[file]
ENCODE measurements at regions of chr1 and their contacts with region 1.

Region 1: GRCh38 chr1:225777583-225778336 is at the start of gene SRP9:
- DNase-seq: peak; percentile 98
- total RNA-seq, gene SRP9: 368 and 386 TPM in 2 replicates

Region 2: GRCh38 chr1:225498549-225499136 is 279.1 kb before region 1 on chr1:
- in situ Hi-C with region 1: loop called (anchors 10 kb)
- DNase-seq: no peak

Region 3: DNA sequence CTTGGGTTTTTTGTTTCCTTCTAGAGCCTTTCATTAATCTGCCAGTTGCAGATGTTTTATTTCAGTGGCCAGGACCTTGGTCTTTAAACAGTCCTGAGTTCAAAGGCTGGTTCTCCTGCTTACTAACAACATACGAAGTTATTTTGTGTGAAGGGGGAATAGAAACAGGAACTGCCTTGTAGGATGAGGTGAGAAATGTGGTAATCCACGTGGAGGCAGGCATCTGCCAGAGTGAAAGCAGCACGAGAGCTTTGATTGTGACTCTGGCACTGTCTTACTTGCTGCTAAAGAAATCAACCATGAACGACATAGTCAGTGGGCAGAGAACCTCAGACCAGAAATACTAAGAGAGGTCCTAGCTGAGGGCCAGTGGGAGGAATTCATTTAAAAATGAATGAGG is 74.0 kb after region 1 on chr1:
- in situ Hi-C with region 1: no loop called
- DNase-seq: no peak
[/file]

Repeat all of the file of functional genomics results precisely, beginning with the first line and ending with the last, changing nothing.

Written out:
ENCODE measurements at regions of chr1 and their contacts with region 1.

Region 1: GRCh38 chr1:225777583-225778336 is at the start of gene SRP9:
- DNase-seq: peak; percentile 98
- total RNA-seq, gene SRP9: 368 and 386 TPM in 2 replicates

Region 2: GRCh38 chr1:225498549-225499136 is 279.1 kb before region 1 on chr1:
- in situ Hi-C with region 1: loop called (anchors 10 kb)
- DNase-seq: no peak

Region 3: DNA sequence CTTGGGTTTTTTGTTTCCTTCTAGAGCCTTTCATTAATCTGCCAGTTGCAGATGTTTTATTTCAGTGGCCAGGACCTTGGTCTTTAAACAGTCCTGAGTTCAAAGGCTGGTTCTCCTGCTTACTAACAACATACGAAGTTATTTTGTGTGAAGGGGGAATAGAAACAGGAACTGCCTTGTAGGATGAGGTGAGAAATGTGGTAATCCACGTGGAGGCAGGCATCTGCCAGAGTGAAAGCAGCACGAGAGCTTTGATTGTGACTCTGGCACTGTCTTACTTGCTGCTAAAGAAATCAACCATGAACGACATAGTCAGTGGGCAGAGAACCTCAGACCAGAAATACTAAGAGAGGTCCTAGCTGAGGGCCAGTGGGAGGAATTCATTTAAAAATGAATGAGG is 74.0 kb after region 1 on chr1:
- in situ Hi-C with region 1: no loop called
- DNase-seq: no peak